In 1880 the conservative government fell. The duke had taken a strenuous line against it on the Afghan crisis, and to few men, Gladstone excepted, could the result of the elections be more correctly attributed. In 1879 he had published his important political work ‘The Eastern Question,’ a survey of eastern policy since the Crimean war. Its conclusion was: ‘Unjust and impolitic as I think the conduct of the government has been in the east of Europe, it has been wisdom and virtue itself in comparison with its conduct in India’ (ii. 516). He returned to his former post of privy seal, since his health, always delicate, did not admit of a more arduous office. A compensation for disturbance bill was introduced; he supported it with reluctance, as a temporary and charitable measure. In March 1881 the duke, who had created the phrase ‘Mervousness,’ attacked the ‘forward’ policy of the late government in Afghanistan, and it was in reply to ‘one whose ability is equal to any emergency, and who invariably delights the audience which he addresses,’ that Lord Beaconsfield uttered the phrase, ‘The key of India is not Merv, or Herat, or Candahar. The key of India is London.’ On 8 April 1881 the duke closed his ministerial career with a personal explanation. It was very brief; the subject was the Irish land bill. His ground for objecting to it was pithily expressed: ‘I am opposed to measures which tend to destroy ownership altogether, by depriving it of the conditions which are necessary to the exercise of its functions.’ ‘In Ireland ownership will be in commission or in abeyance.’ Then followed a tribute to Gladstone; it was an old connection of twenty-nine years, ‘a connection on my part of ever-increasing affection and respect.’ Long after, in 1887, he broke out against this land act: ‘I ask, Was there ever such accursed legislation? Conquerors have wronged the cities of a country and plundered its princes, but you have cursed Ireland with a perpetual curse.’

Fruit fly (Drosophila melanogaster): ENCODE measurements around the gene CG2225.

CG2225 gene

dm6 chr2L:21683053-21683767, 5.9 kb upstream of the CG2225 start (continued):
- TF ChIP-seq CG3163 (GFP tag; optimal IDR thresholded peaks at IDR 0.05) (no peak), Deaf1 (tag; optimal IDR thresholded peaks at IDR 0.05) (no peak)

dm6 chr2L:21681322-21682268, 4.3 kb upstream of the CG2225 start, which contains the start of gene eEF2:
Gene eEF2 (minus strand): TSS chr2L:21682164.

In the month succeeding his retirement the Transvaal question came forward, and the government's policy after Majuba, following upon the annexation in 1877, was discussed. The duke had approved of the annexation, because he understood that the Boers assented to the measure. ‘There is no public man in this country, belonging to any party, who would have cared to annex the Transvaal if he had believed that it was against the assent of the population.’ The battle of Laing's Nek, he stated, occurred when Gladstone's government had already ‘entered into indirect communications with a view to peace’ (Hansard, 10 May 1881). Later in the year he moved for papers on the subject of landlord and tenant in Ireland. ‘I am myself a Celt, and, more than that, in our country we are Irish Celts. The time when our people in the western highlands of Scotland came over from Ireland still lives in the memory of the people. I have often stood on the shore of my own country looking to the opposite coast of Ireland, divided by a strait so narrow that on a clear day we see the houses, the divisions of the fields, and the colours of the crops; and I often wondered at the marvellous difference in the development of the two kindred peoples.’ The secret of the progress of Scotland and of the stagnation of Ireland was that in the former ‘nothing now remains of that old Celtic character except a certain sentiment of the clan feeling, which still sweetens our society very much as the clouds on a stormy morning are the brightest ornament of a peaceful day. What was the cause of the change? It was the gradual invasion and the firm establishment against the old Celtic habits of those higher customs and better laws which came from the Latin and Teutonic races.’